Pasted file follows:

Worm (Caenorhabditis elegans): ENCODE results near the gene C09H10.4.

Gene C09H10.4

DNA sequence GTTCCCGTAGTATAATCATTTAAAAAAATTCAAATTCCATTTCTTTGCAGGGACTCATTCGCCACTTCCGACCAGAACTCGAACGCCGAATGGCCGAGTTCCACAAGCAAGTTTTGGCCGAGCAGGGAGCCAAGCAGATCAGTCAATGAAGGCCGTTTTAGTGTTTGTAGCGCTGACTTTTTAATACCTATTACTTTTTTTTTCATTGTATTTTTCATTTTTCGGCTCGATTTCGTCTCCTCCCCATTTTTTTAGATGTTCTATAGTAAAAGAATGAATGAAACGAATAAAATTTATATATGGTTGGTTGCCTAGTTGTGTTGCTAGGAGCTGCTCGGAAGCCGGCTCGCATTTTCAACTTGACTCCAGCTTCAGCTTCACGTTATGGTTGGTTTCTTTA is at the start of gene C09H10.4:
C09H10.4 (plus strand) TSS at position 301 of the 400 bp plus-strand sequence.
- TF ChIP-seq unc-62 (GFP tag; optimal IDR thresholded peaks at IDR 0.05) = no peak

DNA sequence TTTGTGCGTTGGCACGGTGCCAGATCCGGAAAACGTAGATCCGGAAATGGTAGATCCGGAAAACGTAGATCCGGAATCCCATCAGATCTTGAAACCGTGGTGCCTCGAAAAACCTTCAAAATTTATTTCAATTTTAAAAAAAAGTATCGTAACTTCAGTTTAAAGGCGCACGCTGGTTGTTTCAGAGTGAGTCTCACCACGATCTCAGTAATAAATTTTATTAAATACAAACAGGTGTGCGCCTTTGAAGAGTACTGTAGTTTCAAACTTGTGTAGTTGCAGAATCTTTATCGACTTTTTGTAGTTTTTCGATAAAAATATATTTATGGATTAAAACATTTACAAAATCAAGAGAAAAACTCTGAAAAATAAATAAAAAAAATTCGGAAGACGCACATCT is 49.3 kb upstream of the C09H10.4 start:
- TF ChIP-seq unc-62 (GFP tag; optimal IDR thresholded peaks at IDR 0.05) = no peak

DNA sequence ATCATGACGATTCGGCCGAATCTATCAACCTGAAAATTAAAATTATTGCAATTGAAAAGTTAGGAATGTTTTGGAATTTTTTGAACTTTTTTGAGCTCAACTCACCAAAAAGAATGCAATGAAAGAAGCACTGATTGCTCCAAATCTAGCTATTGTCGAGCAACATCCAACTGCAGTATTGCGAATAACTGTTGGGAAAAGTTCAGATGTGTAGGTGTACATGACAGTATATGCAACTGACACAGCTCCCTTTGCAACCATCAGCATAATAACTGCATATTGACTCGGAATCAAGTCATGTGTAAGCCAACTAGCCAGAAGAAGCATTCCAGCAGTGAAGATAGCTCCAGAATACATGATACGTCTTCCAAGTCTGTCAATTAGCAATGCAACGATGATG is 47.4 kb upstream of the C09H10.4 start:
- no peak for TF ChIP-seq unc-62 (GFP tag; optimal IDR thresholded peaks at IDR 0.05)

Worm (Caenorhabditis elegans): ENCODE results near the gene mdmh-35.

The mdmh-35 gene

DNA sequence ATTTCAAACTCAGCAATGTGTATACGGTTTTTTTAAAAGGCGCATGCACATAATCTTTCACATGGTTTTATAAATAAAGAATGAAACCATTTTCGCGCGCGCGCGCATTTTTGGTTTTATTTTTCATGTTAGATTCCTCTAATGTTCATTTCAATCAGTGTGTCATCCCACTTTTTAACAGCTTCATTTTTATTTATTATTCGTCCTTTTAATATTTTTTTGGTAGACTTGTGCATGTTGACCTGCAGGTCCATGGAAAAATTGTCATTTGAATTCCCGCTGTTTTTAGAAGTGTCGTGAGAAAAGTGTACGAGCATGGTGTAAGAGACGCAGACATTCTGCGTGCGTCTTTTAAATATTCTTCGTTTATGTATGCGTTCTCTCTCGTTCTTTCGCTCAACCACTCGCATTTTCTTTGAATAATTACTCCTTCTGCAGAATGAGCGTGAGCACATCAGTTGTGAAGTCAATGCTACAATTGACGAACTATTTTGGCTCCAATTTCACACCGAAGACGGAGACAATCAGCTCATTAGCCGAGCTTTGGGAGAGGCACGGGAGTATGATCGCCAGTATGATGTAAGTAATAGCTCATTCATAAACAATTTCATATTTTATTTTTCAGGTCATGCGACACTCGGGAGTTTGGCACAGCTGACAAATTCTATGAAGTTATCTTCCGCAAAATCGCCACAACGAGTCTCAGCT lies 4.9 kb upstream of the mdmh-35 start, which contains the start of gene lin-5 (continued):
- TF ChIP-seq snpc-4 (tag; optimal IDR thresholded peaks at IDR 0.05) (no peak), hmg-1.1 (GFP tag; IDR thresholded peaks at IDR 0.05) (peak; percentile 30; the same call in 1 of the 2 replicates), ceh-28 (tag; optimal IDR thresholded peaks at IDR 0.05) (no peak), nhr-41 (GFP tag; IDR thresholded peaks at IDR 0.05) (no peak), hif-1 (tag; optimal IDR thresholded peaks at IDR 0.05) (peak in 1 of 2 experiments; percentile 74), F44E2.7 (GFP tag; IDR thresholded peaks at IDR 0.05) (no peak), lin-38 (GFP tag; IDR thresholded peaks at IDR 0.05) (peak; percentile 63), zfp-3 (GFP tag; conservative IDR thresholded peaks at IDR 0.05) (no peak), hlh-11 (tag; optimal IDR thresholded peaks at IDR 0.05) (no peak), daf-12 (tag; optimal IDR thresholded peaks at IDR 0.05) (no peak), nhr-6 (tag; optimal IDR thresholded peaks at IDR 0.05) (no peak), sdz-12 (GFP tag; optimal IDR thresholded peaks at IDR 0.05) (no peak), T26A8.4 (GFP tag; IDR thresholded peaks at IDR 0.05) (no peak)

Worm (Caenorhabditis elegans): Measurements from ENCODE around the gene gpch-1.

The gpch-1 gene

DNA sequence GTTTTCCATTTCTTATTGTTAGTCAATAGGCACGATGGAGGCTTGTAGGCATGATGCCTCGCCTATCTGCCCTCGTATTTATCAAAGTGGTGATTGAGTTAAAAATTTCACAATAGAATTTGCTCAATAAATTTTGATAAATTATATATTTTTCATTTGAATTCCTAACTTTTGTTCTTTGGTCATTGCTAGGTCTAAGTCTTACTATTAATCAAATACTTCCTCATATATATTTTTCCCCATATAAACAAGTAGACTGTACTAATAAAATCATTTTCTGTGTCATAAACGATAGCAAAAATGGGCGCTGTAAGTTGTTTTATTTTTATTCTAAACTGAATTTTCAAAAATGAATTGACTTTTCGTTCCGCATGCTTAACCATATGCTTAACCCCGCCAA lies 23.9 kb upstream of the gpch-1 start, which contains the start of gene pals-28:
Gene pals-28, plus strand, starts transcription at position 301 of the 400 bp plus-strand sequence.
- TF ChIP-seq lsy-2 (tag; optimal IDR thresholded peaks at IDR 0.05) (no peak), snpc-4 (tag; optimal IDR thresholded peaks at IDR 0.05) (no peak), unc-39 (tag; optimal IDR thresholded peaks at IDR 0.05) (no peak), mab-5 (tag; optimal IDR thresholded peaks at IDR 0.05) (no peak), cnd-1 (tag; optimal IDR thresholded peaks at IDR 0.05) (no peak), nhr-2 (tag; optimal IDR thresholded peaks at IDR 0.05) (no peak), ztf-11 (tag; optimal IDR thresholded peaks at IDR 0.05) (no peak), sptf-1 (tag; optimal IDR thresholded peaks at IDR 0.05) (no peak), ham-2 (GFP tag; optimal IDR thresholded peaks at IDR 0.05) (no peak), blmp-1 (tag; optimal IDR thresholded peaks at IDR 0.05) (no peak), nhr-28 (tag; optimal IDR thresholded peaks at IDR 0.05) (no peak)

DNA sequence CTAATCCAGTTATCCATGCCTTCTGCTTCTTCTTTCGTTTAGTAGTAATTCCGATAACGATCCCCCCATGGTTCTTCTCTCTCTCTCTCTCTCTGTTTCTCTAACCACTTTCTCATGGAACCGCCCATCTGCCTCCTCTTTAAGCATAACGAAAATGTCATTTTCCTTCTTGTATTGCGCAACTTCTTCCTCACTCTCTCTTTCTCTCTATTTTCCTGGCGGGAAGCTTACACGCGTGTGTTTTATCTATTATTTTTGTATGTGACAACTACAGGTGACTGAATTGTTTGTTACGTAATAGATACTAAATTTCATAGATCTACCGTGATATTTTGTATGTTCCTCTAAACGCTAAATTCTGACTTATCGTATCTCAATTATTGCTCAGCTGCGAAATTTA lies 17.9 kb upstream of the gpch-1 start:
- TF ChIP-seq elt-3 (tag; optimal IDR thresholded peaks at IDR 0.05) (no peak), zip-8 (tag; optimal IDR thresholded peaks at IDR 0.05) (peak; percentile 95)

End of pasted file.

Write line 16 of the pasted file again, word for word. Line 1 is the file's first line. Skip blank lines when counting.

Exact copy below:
DNA sequence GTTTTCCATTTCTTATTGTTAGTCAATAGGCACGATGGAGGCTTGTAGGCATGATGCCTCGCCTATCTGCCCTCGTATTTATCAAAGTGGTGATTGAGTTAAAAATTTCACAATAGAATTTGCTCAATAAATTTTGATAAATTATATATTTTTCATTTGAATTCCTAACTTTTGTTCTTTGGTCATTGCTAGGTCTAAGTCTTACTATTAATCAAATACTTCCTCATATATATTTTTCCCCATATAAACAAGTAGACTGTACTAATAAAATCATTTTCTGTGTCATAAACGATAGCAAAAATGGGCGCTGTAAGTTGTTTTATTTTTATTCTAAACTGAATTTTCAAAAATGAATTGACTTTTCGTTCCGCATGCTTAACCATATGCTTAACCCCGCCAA lies 23.9 kb upstream of the gpch-1 start, which contains the start of gene pals-28: